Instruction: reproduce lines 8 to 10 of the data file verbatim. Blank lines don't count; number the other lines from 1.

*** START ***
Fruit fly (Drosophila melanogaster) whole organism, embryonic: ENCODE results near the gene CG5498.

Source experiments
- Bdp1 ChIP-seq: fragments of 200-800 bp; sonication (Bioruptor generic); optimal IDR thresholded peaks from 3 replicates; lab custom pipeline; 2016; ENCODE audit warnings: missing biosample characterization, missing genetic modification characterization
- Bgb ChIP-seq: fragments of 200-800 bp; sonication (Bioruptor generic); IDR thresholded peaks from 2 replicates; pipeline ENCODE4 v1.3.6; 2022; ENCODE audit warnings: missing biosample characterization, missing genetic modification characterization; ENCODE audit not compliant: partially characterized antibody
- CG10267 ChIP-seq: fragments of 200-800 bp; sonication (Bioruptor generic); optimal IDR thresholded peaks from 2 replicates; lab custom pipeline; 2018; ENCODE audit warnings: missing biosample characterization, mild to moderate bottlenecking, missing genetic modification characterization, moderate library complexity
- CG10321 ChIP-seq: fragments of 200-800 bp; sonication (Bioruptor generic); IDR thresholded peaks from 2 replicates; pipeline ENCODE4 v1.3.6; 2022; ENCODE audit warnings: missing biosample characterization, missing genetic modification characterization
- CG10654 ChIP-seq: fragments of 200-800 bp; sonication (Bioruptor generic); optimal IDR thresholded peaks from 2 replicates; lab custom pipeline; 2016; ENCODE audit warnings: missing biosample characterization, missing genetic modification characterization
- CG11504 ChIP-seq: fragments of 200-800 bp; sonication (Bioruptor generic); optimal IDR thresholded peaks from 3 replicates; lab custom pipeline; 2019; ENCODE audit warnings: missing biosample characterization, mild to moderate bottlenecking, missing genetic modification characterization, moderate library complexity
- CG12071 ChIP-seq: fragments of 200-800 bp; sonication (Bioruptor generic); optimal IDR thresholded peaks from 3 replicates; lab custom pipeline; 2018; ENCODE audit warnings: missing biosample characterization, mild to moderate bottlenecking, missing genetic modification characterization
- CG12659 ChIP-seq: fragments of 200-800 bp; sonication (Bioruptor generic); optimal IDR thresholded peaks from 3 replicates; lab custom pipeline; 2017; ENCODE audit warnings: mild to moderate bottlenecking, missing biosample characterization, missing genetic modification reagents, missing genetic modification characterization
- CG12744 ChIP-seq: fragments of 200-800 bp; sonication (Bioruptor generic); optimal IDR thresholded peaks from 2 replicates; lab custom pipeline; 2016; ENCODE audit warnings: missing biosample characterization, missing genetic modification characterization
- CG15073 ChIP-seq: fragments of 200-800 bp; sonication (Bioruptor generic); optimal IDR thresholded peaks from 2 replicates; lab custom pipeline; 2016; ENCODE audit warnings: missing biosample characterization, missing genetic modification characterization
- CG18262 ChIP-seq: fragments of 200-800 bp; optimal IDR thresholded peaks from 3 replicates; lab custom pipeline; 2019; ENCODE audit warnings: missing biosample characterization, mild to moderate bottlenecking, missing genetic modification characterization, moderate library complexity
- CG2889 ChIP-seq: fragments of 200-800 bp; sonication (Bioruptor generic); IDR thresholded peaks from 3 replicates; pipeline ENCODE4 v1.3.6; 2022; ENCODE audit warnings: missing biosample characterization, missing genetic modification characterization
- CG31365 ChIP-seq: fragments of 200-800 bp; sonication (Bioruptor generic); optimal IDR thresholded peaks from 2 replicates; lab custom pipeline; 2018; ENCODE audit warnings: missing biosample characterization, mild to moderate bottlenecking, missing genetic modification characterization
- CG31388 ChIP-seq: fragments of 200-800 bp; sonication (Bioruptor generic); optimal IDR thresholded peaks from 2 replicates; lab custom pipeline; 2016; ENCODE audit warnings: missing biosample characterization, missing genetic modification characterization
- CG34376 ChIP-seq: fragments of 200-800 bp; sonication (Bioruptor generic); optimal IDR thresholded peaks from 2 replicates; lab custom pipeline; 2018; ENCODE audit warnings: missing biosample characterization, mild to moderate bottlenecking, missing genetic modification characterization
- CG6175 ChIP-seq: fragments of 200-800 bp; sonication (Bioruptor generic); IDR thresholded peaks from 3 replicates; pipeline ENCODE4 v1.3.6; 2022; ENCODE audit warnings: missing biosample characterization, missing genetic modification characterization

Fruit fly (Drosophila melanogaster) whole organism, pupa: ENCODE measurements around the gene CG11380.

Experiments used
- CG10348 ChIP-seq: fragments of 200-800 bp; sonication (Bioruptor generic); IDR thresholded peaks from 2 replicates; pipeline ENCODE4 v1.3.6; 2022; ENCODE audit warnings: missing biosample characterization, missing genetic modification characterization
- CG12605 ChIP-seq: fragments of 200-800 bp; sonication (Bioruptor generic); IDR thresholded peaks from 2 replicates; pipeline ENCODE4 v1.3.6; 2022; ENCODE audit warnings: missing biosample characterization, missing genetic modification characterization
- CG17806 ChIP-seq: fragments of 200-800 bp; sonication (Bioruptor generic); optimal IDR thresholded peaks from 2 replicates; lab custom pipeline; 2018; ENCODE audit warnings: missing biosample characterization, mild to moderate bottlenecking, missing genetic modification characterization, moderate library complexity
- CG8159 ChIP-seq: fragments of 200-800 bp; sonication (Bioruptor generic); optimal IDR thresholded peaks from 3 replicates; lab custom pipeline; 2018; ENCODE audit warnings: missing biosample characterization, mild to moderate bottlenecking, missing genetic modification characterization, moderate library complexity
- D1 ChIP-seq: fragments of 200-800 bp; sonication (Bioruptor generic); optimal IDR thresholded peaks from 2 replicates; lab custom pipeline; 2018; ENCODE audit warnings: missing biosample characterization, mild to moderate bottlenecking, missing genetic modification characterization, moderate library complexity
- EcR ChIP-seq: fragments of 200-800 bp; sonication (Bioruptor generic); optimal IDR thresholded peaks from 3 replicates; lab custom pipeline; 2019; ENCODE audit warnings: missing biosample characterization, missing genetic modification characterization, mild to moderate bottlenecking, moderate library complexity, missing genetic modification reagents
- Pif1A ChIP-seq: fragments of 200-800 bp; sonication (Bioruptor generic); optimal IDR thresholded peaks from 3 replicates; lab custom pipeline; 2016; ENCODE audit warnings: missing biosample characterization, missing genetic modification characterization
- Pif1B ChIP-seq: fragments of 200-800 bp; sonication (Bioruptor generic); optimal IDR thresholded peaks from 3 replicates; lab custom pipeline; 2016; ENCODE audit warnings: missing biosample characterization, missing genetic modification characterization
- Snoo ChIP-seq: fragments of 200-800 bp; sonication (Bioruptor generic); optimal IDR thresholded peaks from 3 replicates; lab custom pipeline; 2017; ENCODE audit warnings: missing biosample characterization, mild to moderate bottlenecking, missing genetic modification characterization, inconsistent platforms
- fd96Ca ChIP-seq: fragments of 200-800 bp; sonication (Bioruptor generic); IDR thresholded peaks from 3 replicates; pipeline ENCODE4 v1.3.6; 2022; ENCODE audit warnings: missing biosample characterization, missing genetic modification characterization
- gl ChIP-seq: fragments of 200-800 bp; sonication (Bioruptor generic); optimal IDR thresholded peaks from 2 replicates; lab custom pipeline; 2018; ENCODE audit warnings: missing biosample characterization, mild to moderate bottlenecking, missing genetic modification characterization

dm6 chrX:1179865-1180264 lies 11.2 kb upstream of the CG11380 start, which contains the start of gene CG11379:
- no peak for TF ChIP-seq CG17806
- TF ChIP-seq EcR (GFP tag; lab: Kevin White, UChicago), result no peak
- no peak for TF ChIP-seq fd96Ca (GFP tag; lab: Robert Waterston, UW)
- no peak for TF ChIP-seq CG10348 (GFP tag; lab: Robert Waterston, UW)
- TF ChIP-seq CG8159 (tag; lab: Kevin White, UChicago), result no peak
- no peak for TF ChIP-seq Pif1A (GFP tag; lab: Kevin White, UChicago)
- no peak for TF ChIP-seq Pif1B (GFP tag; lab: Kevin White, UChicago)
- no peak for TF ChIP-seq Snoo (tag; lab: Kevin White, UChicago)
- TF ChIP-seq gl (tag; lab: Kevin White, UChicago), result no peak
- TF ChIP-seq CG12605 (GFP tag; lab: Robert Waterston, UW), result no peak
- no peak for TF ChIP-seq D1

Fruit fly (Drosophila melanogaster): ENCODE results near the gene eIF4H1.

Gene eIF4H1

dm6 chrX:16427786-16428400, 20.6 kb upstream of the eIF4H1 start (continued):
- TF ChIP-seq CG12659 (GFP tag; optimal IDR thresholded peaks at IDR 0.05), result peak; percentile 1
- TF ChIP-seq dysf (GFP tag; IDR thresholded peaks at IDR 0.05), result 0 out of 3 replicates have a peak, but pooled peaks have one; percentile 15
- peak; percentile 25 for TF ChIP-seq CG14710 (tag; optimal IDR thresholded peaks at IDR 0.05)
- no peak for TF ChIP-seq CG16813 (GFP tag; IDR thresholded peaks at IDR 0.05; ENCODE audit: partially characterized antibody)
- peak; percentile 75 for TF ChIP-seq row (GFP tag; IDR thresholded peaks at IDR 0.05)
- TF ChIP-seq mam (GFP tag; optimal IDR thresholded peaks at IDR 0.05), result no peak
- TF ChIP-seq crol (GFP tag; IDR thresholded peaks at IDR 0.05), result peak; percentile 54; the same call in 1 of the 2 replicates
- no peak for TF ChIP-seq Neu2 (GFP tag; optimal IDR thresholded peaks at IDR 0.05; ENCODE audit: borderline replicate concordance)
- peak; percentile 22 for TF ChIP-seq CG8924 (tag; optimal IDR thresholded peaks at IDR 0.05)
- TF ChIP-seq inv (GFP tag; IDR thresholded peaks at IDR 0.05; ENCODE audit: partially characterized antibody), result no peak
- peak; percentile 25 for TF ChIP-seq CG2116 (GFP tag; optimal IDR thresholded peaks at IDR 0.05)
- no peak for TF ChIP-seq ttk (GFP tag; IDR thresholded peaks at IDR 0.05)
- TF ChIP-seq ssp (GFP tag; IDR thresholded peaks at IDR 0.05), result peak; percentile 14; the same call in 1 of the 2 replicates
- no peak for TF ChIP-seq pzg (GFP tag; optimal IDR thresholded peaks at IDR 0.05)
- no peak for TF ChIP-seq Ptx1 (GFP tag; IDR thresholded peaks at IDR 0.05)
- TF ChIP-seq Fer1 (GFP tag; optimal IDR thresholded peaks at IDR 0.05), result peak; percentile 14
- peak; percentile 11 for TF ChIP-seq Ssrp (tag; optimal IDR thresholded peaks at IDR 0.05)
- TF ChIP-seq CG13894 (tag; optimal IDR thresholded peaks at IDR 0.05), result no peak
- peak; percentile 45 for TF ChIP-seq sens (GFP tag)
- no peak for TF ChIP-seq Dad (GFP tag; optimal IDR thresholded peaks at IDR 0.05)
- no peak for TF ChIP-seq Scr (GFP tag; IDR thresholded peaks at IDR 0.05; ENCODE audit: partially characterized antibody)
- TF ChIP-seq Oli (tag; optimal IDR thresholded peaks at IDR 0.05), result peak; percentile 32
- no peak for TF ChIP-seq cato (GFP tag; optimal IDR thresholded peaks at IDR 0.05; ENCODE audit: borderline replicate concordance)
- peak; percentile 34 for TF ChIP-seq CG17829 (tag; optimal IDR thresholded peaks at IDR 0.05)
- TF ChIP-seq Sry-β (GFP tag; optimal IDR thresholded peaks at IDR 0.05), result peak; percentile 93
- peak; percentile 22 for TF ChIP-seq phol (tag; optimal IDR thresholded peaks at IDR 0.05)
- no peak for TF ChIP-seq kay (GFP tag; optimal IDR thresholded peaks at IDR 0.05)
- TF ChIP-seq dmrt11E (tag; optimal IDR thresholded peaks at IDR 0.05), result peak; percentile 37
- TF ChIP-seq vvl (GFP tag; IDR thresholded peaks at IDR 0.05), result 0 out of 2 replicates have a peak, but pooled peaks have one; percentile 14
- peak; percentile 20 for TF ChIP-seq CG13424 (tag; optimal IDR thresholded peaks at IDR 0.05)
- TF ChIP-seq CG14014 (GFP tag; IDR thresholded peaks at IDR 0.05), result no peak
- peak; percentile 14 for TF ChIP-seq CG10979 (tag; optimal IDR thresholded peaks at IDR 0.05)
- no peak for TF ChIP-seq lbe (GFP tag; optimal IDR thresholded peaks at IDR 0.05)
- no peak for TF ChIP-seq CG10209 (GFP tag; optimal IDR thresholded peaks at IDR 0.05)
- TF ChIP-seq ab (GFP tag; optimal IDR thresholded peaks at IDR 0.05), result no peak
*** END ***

- CG11504 ChIP-seq: fragments of 200-800 bp; sonication (Bioruptor generic); optimal IDR thresholded peaks from 3 replicates; lab custom pipeline; 2019; ENCODE audit warnings: missing biosample characterization, mild to moderate bottlenecking, missing genetic modification characterization, moderate library complexity
- CG12071 ChIP-seq: fragments of 200-800 bp; sonication (Bioruptor generic); optimal IDR thresholded peaks from 3 replicates; lab custom pipeline; 2018; ENCODE audit warnings: missing biosample characterization, mild to moderate bottlenecking, missing genetic modification characterization
- CG12659 ChIP-seq: fragments of 200-800 bp; sonication (Bioruptor generic); optimal IDR thresholded peaks from 3 replicates; lab custom pipeline; 2017; ENCODE audit warnings: mild to moderate bottlenecking, missing biosample characterization, missing genetic modification reagents, missing genetic modification characterization